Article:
We all know that stress isn't good for us, but a new study shows exactly why -- and it turns out that inflammation may be the culprit.
Researchers from Carnegie Mellon University found that feeling stressed is linked with a decreased inflammatory response regulation. Their research was published in the journal Proceedings of the National Academy of Sciences.
"The immune system's ability to regulate inflammation predicts who will develop a cold, but more importantly it provides an explanation of how stress can promote disease," study researcher Sheldon Cohen, of Carnegie Mellon, said in a statement. "When under stress, cells of the immune system are unable to respond to hormonal control, and consequently, produce levels of inflammation that promote disease. Because inflammation plays a role in many diseases such as cardiovascular, asthma and autoimmune disorders, this model suggests why stress impacts them as well."
HealthDay reported some potential causes for this relationship. One is that stressed-out people may engage in more unhealthy activities, which can then put them at an increased risk of getting sick. Another possibility is that hormones in the body may react a certain way to stress.
The study was comprised of two parts, one of which included 276 healthy adults who were exposed to the common cold virus and then were quarantined for the next five days. The researchers kept note of their symptoms. (They noted that when someone is infected with the common cold, their symptoms aren't actually caused by the cold, but rather are a byproduct of the body fighting off the cold.)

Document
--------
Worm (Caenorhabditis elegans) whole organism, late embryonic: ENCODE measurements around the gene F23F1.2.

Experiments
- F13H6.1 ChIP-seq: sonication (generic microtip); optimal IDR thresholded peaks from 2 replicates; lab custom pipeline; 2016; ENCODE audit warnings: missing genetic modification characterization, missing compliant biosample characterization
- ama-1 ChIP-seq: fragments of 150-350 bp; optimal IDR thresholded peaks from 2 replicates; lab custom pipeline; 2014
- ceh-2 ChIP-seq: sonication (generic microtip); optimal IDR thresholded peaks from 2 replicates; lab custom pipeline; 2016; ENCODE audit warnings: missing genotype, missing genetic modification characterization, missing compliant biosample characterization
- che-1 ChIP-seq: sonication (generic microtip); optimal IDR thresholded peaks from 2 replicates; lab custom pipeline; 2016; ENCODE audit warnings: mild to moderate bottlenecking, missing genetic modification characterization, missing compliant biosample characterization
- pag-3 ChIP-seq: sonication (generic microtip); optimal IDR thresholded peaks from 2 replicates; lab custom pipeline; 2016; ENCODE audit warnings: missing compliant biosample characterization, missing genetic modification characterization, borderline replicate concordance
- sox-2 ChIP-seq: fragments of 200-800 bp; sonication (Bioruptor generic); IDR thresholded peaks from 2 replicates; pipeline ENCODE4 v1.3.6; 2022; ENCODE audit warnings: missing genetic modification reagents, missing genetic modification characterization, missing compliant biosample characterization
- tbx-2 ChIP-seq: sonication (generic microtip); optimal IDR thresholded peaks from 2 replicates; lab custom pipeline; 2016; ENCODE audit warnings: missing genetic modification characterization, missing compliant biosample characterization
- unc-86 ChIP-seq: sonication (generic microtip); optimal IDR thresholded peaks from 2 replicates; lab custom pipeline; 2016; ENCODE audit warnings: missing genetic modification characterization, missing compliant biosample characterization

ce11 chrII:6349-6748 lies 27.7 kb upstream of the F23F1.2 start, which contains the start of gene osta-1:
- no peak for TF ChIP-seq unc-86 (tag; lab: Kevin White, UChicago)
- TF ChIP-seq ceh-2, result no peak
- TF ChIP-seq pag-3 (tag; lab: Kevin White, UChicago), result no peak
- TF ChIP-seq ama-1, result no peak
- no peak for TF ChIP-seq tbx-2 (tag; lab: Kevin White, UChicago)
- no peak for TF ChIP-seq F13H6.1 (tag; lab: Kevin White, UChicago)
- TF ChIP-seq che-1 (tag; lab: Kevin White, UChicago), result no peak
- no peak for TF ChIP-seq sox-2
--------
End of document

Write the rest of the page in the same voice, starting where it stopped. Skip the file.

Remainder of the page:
The researchers found that if a person was undergoing long-term stress, he or she was more likely to not be able to properly regulate inflammation. In turn, the inability to regulate inflammation was linked with having an increased risk of actually getting a cold after being exposed to the virus.
Recently, a study in the journal Neuron showed that stress may have other effects, too -- on memory.
That research, which was done in mice, showed that repeat exposure to stress could lead to impairments in a part of the brain called the prefrontal cortex (which is known as the "CEO of the brain" and is in charge of abstract thoughts and cognitive analysis).
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